The fishery-dependent data used to estimate fishing production technologies are shaped by the incentive structures that influence fishermen's purposeful choices across their multiple margins of production. Using a combination of analytical and simulation methods, we demonstrate how market prices and regulatory institutions influence a dominant short-run margin of production—the deployment of fishing time over space. We show that institutionally driven spatial selection leads to only a partial exploration of the full production set, yielding poorly identified estimates of production possibilities outside of the institutionally dependent status quo. The implication is that many estimated fisheries production functions suffer from a lack of policy invariance and may yield misleading predictions for even the most short-run of policy evaluation tasks. Our findings suggest that accurate assessment of the impacts of a policy intervention requires a description of the fishing production process that is sufficiently structural so as to be invariant to institutional changes.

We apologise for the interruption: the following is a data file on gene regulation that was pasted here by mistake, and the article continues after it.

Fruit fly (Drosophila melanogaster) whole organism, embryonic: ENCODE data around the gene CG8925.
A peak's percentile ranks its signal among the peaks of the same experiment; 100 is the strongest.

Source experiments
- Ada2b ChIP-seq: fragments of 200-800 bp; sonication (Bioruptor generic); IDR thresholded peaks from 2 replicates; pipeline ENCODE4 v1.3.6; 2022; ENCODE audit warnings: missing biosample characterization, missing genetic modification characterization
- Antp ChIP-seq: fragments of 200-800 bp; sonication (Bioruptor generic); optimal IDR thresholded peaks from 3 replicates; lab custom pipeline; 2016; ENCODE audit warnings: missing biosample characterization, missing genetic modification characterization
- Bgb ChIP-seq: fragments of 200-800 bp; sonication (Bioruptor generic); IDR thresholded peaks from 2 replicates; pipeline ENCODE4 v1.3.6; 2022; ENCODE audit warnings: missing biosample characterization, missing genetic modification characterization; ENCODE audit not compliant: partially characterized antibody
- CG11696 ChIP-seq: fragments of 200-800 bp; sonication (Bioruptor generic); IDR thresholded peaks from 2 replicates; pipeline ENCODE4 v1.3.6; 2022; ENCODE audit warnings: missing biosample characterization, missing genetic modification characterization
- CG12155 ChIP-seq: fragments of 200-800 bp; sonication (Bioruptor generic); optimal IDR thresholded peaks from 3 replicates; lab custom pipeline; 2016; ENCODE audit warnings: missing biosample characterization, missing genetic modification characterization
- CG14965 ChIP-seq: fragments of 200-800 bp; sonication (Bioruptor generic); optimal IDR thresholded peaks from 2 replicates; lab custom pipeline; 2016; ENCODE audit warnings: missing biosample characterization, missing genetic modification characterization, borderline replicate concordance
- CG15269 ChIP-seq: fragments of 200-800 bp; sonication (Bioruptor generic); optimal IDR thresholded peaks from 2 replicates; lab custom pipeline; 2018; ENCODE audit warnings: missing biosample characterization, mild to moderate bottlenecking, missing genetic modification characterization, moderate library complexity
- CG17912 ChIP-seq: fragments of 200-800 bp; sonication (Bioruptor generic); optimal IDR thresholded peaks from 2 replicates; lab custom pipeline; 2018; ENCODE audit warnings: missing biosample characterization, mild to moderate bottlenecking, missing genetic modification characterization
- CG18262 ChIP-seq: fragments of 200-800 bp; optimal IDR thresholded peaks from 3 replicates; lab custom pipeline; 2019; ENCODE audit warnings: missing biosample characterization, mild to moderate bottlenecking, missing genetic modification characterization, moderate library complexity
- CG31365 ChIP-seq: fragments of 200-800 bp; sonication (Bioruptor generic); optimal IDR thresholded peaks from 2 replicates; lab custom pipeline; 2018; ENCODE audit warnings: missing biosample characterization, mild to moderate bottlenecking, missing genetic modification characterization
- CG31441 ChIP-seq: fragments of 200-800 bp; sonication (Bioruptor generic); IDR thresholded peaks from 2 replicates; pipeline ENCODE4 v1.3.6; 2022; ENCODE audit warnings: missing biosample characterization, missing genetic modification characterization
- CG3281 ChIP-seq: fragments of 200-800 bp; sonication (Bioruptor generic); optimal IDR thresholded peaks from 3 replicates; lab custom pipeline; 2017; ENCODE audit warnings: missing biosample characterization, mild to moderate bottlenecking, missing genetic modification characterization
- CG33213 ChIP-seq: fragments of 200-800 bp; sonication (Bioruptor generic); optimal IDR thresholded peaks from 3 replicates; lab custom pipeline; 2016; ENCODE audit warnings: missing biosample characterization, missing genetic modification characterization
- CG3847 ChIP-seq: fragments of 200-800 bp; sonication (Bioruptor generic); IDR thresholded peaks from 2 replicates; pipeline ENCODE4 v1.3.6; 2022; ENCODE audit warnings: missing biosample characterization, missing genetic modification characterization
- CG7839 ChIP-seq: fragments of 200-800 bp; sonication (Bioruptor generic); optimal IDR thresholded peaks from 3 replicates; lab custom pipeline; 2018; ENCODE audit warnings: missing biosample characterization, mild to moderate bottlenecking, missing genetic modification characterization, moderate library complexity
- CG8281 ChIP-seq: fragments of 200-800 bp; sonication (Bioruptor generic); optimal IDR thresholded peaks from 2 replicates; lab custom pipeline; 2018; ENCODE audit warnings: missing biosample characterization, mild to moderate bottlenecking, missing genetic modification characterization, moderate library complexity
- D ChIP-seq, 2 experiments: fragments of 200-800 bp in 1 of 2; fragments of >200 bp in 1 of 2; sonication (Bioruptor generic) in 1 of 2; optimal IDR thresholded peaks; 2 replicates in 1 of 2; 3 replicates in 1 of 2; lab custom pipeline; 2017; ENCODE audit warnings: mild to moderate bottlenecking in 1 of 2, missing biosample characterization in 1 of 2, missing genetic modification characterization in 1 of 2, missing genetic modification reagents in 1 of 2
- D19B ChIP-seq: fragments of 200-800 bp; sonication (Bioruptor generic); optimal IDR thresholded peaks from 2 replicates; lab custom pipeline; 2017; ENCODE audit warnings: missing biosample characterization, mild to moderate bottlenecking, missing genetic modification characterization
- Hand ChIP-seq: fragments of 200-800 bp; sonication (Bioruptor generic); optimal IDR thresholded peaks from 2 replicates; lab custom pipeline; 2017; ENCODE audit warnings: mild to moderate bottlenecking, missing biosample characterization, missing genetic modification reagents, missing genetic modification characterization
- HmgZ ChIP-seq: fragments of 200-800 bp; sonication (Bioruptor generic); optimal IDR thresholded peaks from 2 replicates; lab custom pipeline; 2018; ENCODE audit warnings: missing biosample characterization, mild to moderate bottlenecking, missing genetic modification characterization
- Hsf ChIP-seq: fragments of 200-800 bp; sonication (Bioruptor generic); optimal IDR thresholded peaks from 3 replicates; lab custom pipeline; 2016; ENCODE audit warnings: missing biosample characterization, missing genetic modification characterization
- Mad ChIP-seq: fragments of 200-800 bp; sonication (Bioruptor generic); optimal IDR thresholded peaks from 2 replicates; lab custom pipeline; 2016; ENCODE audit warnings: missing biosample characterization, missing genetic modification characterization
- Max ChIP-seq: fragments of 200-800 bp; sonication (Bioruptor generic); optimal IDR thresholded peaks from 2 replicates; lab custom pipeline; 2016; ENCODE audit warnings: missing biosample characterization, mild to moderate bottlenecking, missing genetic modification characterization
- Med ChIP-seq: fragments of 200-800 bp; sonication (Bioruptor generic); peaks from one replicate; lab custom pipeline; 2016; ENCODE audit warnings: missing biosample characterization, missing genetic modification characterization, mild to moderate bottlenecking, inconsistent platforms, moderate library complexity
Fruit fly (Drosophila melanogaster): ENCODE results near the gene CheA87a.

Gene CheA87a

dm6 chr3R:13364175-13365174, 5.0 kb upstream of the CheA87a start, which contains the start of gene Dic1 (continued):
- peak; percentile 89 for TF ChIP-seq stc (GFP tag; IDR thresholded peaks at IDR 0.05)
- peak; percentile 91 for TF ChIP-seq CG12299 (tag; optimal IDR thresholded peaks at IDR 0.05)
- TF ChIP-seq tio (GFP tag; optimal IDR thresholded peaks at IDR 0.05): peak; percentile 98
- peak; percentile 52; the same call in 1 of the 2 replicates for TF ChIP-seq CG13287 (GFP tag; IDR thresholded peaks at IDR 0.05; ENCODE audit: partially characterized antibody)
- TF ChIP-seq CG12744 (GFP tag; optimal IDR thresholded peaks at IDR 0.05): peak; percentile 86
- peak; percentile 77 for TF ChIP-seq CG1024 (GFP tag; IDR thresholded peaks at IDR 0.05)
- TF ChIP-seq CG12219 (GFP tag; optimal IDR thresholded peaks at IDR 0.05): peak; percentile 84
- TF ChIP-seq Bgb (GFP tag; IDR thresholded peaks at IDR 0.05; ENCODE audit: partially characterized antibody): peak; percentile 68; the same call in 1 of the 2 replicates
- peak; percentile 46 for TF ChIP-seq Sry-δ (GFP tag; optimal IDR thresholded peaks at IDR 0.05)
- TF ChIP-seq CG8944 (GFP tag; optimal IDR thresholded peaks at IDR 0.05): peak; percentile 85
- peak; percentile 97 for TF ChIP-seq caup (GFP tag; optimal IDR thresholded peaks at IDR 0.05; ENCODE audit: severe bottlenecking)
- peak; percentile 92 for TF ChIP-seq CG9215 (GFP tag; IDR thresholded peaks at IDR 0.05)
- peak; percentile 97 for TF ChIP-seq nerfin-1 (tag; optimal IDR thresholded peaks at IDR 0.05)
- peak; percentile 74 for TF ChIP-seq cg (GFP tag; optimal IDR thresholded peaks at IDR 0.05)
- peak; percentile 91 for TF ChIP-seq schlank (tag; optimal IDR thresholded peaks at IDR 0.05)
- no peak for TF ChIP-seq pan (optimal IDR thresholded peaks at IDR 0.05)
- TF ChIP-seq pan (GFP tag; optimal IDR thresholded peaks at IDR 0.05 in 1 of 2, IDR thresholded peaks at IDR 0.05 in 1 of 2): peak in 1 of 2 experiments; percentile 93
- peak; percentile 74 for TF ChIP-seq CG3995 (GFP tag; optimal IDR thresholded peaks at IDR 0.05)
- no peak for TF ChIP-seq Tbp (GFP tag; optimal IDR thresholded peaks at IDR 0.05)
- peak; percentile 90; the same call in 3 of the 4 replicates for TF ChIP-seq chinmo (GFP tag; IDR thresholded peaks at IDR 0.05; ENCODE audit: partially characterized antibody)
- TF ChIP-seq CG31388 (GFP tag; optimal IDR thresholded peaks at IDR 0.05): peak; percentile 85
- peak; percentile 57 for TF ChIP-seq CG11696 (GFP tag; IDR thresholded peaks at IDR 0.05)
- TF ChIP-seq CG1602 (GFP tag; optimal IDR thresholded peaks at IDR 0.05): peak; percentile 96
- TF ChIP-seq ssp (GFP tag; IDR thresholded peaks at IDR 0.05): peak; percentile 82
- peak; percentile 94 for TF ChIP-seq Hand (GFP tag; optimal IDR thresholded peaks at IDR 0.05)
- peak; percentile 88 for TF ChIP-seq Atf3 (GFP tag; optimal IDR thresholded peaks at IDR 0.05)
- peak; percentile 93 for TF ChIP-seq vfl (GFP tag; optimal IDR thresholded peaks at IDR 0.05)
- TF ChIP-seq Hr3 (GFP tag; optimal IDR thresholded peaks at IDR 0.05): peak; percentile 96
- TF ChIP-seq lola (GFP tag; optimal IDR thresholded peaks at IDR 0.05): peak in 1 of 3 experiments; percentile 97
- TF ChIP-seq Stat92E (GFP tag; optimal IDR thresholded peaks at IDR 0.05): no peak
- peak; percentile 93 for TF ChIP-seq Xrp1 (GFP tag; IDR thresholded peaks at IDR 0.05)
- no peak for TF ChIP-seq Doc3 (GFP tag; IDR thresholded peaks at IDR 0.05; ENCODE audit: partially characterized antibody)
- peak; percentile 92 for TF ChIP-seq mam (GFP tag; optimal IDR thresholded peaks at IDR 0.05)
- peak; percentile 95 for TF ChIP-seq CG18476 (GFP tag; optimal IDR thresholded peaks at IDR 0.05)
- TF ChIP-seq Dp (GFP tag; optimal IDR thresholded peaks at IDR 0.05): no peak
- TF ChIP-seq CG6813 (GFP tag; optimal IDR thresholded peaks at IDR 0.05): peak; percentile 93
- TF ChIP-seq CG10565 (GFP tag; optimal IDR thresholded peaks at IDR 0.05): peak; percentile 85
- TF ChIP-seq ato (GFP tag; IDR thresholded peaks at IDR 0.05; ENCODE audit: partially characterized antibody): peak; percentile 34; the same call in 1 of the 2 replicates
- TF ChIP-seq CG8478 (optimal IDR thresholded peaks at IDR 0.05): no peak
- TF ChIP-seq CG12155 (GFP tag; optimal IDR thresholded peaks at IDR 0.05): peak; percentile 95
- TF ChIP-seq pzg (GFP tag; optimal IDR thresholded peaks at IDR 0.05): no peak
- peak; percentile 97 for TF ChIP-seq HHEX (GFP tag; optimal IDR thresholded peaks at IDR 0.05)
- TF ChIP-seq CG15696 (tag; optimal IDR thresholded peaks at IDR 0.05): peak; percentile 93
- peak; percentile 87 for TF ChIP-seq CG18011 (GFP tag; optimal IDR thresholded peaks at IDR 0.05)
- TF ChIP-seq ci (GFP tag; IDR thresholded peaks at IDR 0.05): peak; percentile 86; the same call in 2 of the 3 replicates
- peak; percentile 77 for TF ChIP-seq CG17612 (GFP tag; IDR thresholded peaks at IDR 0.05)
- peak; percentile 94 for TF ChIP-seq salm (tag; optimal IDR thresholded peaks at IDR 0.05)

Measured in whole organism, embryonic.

JEL Codes: D24, Q22.